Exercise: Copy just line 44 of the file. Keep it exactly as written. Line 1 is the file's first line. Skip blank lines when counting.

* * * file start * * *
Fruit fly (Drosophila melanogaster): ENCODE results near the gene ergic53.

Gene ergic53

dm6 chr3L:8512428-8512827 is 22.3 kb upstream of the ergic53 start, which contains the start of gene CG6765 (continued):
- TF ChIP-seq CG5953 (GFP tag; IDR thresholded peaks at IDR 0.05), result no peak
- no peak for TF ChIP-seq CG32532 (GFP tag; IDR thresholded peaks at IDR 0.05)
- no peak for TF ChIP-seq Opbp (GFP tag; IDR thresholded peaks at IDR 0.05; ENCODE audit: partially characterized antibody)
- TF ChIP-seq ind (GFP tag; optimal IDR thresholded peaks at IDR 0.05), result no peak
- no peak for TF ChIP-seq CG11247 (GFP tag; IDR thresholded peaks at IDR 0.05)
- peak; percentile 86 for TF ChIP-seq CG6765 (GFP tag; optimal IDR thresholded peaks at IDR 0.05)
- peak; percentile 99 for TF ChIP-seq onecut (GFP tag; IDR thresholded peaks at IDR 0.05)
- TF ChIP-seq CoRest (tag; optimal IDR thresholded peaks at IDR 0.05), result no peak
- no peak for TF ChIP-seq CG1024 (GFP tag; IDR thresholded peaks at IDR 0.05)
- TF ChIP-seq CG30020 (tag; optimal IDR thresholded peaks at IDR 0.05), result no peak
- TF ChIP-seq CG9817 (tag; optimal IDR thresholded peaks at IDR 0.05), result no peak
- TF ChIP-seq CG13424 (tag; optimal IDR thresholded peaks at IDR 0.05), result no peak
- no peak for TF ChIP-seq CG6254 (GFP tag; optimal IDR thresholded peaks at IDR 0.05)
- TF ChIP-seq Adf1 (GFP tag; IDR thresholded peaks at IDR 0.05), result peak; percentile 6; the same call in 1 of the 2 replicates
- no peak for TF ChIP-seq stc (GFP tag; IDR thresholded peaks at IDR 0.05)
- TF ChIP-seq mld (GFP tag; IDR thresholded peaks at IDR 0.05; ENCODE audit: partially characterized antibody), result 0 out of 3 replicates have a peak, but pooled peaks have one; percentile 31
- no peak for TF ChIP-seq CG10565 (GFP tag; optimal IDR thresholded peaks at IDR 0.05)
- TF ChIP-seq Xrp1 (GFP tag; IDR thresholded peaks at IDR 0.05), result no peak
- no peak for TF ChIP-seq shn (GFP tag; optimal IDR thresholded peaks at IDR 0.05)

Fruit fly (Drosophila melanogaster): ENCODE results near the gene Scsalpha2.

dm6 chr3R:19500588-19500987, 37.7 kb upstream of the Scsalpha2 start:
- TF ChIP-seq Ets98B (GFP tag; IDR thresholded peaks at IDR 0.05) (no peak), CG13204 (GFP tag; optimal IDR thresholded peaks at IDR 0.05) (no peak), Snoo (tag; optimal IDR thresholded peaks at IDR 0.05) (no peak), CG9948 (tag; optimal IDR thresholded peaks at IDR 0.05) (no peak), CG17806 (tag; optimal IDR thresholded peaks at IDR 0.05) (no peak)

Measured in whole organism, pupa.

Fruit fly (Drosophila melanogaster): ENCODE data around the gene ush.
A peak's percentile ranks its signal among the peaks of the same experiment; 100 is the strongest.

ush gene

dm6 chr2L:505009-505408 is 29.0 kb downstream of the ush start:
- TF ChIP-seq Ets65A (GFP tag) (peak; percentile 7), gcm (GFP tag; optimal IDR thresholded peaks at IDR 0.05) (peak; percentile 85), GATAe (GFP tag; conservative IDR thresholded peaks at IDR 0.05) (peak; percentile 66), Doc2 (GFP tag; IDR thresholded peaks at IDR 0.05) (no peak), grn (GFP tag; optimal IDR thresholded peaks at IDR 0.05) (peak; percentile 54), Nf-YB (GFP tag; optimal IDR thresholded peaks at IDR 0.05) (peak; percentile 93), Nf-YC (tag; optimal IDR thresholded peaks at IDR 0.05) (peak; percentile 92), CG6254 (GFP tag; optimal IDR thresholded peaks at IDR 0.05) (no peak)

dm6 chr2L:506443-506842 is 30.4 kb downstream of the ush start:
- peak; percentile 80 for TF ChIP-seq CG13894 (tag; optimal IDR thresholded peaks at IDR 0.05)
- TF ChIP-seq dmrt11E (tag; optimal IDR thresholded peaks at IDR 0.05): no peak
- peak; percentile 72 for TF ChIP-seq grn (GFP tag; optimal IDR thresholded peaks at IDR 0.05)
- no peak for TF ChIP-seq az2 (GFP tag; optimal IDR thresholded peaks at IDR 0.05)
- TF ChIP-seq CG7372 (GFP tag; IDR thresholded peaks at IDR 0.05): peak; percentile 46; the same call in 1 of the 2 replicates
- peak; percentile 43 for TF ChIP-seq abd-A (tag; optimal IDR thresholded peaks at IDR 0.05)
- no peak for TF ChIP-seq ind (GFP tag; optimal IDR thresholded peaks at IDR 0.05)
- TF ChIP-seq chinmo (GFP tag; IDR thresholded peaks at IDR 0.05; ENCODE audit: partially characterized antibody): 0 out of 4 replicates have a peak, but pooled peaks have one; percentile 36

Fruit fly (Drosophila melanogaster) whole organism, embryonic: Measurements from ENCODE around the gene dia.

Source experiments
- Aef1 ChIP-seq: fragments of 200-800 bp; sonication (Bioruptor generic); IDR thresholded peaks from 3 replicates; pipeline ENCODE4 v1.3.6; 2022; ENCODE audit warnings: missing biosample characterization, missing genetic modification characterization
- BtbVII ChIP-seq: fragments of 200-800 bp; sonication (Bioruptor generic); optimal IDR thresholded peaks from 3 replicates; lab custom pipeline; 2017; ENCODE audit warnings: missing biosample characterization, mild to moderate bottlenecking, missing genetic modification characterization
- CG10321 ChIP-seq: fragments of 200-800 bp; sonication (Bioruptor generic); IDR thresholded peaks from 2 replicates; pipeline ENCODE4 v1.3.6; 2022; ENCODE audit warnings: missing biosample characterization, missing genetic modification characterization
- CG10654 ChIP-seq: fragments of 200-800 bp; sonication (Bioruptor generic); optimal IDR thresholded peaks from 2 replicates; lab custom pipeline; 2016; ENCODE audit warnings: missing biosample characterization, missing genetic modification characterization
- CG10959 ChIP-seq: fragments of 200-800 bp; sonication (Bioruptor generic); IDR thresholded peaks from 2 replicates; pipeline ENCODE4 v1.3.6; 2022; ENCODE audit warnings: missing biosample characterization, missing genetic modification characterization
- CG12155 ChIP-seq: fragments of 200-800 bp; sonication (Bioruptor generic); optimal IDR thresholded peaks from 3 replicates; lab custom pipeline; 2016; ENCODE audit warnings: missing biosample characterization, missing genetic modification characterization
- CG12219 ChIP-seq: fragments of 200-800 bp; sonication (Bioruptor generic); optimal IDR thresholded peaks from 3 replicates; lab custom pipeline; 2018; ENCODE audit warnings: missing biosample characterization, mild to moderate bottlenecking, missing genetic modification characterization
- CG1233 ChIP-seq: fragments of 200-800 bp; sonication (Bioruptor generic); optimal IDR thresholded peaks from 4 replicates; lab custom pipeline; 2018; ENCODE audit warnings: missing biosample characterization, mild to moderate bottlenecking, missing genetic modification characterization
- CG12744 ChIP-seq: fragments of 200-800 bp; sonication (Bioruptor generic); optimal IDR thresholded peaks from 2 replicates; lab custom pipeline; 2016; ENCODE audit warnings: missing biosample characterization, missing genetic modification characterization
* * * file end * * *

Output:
- BtbVII ChIP-seq: fragments of 200-800 bp; sonication (Bioruptor generic); optimal IDR thresholded peaks from 3 replicates; lab custom pipeline; 2017; ENCODE audit warnings: missing biosample characterization, mild to moderate bottlenecking, missing genetic modification characterization